To people in Africa and Asia, bananas are much more than a unique tasting sweet desert. They are their food staple. Dozens of varieties provide all sorts of food products. Bananas are a starch mash, a banana beer, banana chips. The leaves and fibers are used for roofs, textiles, dyes, etc. Bananas are the crop they depend on.

A new fungal disease, black Sigatoka, is threatening Cavendish and the other varieties, cutting yields by 70 percent and destroying the trees in a few years. Commercial growers deal with it by dousing the trees in fungicide at a high financial and social cost. Poor indigenous farmers can do little except watch their trees die and are suffering the equivalent of the Irish potato blight.

To make matters worse, a new virulent strain of Panama disease that attacks Cavendish is spreading across the world. This can’t be treated with fungicides, and pessimists see bananas as a threatened food source. The only solution is to find new varieties with natural resistance, but how? Plant breeders can do little with an asexual plant.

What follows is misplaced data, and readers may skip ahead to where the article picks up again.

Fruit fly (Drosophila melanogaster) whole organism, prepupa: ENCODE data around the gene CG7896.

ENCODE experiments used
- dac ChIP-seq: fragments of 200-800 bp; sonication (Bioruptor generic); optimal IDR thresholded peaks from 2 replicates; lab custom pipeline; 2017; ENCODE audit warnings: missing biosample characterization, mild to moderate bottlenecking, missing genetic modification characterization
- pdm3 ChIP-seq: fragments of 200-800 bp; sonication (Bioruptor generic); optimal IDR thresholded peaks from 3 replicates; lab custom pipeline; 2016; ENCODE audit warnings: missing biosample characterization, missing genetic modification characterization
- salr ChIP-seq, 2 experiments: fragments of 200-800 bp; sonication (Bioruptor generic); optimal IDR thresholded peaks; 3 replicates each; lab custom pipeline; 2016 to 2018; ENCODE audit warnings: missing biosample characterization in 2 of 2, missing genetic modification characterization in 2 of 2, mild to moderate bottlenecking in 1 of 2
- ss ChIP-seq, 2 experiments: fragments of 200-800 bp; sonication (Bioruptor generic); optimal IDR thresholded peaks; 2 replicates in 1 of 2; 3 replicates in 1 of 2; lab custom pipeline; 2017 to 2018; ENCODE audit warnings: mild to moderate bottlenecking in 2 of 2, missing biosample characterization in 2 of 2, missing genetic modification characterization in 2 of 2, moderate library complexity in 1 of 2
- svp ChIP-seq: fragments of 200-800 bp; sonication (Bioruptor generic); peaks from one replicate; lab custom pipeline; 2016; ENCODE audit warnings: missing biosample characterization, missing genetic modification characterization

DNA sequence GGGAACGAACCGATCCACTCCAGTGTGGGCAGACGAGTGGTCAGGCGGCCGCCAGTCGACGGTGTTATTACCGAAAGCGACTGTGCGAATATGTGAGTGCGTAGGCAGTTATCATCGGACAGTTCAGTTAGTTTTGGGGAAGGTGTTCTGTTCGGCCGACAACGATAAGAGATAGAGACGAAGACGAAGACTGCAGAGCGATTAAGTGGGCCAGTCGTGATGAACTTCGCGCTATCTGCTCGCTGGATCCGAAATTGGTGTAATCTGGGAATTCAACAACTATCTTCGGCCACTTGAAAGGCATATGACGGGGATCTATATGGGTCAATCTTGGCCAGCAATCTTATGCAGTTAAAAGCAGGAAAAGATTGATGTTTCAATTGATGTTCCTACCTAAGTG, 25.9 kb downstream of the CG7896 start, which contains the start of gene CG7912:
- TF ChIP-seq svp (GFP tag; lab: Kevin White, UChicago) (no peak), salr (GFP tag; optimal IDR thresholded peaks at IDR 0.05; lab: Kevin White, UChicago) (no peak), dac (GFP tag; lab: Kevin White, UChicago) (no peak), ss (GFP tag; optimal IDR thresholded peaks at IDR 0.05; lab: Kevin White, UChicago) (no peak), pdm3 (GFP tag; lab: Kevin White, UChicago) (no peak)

Honduras produced a new variety with resistance to both diseases, but few like how it tastes – more apple than banana, apparently. Cuba is the only major grower of this variety. Cuba has little money for fungicides and it’s a question of “eat this or eat nothing.”

Genetic modification may save the banana. If the genetic code for wild bananas is sequenced and the sections that provide resistance pinpointed, then maybe these can be introduced by genetic manipulation to edible bananas.

Big banana companies have shied away, though. Biotech is expensive, and GM carries a stigma that may alienate customers. Instead banana genome work is focusing on the African food staple varieties and not our supermarket dessert banana. Uganda is creating its own lab for banana genome research, since its people literally live off the banana.

If they succeed, I hope they have good patent lawyers to protect and keep the varieties affordable. It’d be a shame if somehow the Western world acquired intellectual property rights and control of yet another crop that historically was created and developed in the developing world.

Alan Braunholtz of Vail writes a weekly column for the Daily.